A recent YouGov poll found that more than 85% of people under 35 found the idea of being in debt stressful.
If that’s the case, then why does the average American owe $38,000 in debt?
One cause may be the advent of “buy now and pay later” services that have taken over online shopping in recent years. Much like layaway, the services essentially let consumers buy products when they want them, then pay them off in a series of installments later.
For some “shopaholics,” this might be exactly the godsend they were waiting for. However, irresponsible spending could end up hurting you more than it helps. Here’s everything you need to know about the “buy now and pay later” era.
What’s a Credit Score?
If you’ve never had a credit card or just recently got one, you may not be familiar with the ins and outs of credit.
Your credit score is a 3-digit number calculated from a variety of factors: your bill payment history, level of debt, credit history age, types of credit, and number of inquiries.
You can request a free copy of your credit report each year through AnnualCreditReport.com, or you can also monitor your credit score for free through Credit Karma or other similar services that don’t count as “credit inquiries” and therefore don’t lower your credit score.
Buy Now and Pay Later: How Does It Affect My Credit Score?
There are three major credit bureaus: Equifax, Experian, and TransUnion. If you choose an online financing service that reports to any of those three bureaus, your credit score may be affected. This is why it’s important to always read the fine print before signing any credit agreement.
You’ll know if the service is conducting a credit inquiry if they ask for either your whole social security number or the last four digits of it. This can drop your credit score by a few points, but inquiries only account for 10 percent of your overall score and only stay on your report for 12 months.
Even if the financing service doesn’t perform a credit inquiry, your score may still be affected. Without the inquiry, the service won’t how able you are to make payments. Therefore, you could end up taking out more credit than you can afford, which could potentially make borrowing harder in the future.
How Can I Borrow Responsibly?
One of the most important thing to consider before borrowing money is the total cost of financing versus the cost of just paying up front. Usually, payment plans include a certain amount of interest (or an upfront fee) that makes the purchase more expensive than if you were to just pay for it all up front.
Credit Savvy recommends the following for consumers who opt to use buy now, pay later programs:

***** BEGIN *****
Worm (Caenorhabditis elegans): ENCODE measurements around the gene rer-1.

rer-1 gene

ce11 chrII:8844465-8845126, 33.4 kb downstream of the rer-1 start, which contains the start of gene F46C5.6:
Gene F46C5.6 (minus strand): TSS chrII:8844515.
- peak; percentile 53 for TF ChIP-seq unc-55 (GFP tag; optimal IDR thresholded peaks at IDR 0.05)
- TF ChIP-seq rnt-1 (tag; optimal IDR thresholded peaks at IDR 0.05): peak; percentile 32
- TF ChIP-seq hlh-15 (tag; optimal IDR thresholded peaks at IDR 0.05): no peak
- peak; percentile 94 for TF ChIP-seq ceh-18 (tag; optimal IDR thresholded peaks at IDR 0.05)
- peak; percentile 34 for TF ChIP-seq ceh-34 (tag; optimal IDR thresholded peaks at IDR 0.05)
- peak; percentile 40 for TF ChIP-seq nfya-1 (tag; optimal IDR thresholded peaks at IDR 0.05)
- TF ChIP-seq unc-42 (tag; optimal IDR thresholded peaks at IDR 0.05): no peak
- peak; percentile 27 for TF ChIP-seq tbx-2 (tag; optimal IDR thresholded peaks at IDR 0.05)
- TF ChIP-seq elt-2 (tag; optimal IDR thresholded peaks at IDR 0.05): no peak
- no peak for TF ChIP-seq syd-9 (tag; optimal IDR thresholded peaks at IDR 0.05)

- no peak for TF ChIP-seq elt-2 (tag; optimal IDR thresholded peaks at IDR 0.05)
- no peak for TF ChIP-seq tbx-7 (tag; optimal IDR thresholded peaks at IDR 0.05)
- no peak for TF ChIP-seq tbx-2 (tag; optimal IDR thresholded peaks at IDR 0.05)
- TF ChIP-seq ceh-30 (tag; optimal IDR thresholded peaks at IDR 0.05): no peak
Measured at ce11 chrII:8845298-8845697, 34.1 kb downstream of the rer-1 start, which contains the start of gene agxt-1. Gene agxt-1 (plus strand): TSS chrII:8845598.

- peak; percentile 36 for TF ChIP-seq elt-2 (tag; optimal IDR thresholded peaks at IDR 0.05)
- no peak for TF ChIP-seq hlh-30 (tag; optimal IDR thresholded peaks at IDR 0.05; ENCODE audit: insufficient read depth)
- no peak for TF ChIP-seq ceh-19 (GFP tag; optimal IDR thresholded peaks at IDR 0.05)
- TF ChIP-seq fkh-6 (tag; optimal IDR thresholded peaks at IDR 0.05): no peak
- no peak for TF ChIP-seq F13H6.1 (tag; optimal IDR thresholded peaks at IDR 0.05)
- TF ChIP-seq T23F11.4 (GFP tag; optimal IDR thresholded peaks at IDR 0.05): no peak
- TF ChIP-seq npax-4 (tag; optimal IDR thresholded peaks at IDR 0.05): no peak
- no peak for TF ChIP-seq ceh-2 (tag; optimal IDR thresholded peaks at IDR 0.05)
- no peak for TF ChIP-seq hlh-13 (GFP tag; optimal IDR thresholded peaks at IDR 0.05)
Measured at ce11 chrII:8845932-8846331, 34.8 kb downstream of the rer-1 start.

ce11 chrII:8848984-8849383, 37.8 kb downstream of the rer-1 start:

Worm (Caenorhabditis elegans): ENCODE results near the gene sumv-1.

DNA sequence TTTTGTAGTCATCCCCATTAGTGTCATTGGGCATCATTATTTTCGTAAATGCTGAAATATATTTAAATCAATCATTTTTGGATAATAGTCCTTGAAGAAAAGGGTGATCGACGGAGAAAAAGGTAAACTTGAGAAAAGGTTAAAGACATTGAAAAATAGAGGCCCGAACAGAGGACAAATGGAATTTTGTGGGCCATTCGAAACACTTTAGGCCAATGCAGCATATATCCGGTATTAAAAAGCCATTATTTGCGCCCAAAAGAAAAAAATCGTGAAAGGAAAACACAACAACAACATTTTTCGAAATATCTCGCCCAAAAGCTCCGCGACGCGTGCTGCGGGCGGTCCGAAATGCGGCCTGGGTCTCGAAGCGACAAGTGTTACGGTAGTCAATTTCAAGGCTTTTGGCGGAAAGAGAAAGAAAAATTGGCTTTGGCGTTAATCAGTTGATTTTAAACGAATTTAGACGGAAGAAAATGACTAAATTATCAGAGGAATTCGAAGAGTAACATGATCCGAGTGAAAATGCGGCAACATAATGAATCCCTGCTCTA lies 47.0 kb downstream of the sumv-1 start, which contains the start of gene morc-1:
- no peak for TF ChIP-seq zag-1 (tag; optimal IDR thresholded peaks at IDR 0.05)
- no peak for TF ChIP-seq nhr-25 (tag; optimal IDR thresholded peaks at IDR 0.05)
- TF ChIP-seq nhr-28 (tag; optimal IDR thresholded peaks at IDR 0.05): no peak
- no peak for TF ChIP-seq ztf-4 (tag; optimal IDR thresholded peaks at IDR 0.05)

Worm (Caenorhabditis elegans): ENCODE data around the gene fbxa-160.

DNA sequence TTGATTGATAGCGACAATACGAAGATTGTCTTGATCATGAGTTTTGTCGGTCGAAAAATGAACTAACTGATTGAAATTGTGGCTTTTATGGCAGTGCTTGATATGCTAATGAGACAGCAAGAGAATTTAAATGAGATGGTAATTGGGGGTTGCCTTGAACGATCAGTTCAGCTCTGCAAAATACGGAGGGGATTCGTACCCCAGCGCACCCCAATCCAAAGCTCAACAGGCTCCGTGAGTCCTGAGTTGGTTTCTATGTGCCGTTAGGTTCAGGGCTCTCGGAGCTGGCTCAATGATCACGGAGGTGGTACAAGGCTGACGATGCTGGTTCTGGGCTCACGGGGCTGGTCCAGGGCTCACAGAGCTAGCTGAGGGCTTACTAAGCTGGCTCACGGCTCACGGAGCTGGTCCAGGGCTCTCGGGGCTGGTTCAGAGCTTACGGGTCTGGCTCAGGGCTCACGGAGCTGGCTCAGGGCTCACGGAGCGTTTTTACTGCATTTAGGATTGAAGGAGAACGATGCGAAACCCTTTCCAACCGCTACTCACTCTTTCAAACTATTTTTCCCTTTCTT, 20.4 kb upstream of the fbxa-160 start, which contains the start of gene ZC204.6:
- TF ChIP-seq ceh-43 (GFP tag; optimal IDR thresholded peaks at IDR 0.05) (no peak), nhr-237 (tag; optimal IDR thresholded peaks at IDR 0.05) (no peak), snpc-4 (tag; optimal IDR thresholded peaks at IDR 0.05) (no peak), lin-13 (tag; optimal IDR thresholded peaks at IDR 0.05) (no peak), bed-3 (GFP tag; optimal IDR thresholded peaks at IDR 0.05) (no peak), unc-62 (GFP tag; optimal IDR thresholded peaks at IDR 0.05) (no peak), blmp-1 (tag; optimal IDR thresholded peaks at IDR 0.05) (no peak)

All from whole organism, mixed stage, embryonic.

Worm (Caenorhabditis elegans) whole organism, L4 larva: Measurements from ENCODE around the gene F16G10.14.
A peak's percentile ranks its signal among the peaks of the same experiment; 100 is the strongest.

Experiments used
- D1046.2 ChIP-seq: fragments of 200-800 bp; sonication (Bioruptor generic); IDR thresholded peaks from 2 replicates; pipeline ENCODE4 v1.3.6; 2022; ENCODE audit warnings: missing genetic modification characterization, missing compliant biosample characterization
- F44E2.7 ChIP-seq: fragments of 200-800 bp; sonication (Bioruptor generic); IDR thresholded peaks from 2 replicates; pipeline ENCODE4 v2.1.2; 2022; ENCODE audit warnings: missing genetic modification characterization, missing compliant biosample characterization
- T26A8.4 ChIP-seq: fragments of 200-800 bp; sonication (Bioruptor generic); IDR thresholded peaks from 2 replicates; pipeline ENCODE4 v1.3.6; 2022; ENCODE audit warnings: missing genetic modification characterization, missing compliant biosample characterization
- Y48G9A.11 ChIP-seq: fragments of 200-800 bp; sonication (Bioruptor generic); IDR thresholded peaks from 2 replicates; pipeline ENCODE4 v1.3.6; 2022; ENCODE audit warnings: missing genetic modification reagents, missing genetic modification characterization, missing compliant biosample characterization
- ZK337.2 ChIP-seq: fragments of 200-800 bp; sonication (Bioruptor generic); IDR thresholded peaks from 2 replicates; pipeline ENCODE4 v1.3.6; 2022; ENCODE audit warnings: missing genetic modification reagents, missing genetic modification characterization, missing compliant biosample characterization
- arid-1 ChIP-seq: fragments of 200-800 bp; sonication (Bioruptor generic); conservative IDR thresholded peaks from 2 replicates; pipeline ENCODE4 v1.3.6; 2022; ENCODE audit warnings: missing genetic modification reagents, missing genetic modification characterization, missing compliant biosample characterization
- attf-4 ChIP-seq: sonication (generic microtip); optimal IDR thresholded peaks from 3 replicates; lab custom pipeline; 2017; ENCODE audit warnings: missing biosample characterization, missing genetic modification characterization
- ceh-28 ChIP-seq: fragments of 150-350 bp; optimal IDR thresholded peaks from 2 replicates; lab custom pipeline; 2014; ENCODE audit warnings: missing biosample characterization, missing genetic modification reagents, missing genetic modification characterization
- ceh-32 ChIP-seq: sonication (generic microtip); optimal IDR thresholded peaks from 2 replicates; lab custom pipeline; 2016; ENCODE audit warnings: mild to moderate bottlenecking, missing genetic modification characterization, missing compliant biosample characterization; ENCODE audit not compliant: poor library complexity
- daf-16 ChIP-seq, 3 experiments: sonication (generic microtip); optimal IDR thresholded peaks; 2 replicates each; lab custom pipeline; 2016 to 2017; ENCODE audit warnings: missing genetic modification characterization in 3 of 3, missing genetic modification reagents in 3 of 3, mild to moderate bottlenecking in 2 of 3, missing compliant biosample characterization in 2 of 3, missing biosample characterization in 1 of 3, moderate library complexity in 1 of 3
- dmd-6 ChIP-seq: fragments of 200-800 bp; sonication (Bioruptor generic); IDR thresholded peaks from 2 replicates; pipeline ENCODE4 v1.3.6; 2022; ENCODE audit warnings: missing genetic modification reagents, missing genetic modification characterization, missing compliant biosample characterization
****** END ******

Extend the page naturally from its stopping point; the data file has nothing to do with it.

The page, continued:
Limit Your Number of Accounts
Simply put, having multiple accounts makes it harder to keep track of all the payments you owe. Plus, each time you open a new account, it could deduct a few points from your credit score if an inquiry is involved (see above).
Before you agree to use a “buy now, pay later” program, be sure to crunch the numbers. Know exactly how much you can spend after you’ve set aside money for bills, savings, and other expenses. Then, stick to the numbers you set.
Don’t Link to a Credit Card
Linking your account to a debit card will reduce the likelihood of you going into debt. That way, you can’t spend more than you have, and you’ll potentially save your credit score a couple of points.
Monitor Your Accounts Regularly and Set Reminders
Don’t miss a deadline under “buy now, pay later” services.
When you use these services, the balance is automatically deducted from your preferred payment method on the due date. Make sure you have sufficient funding in your account before the deadline so you don’t go into a negative balance and get charged overdraft fees.
Many “buy now, pay later” services send you reminders of when your payments are due. However, it’s not a bad idea to also use a calendar to keep track of your purchases and when each payment is due so you don’t fall behind.
Read the Terms and Conditions
Whenever you enter an agreement, you need to know exactly what you’re signing up for. Look for information on the potential risks of signing up, as well as how your information will be used by the service.
And if the fine print is confusing, as it often is, it couldn’t hurt to read customer reviews or FAQs as well. These can help alert you to issues that other people have had, and how you can avoid them yourself. Visit Bonsai Finance for more information about this topic and how it applies to electronics.
Exercise Healthy Skepticism
Don’t be fooled. Most buy now and pay later policies are designed to get you to pay more in the long run, according to Bonsai Finance.
However, that’s not to say all programs such as these are inherently “bad.” Sometimes, “buy now, pay later” can help get you out of jam — and fast.
If you need to replace an electronic that’s central to your household, “buy now, pay later” can help return that sense of normalcy without much delay. Plus, if a birthday or holiday is coming up, “buy now, pay later” can help you spoil your loved ones while still keeping payments manageable.
A good rule of thumb to follow is that if an offer is too good to be true, it probably is. Words like “buy now, pay later” and “no credit checks” should immediately set off alarm bells in your head.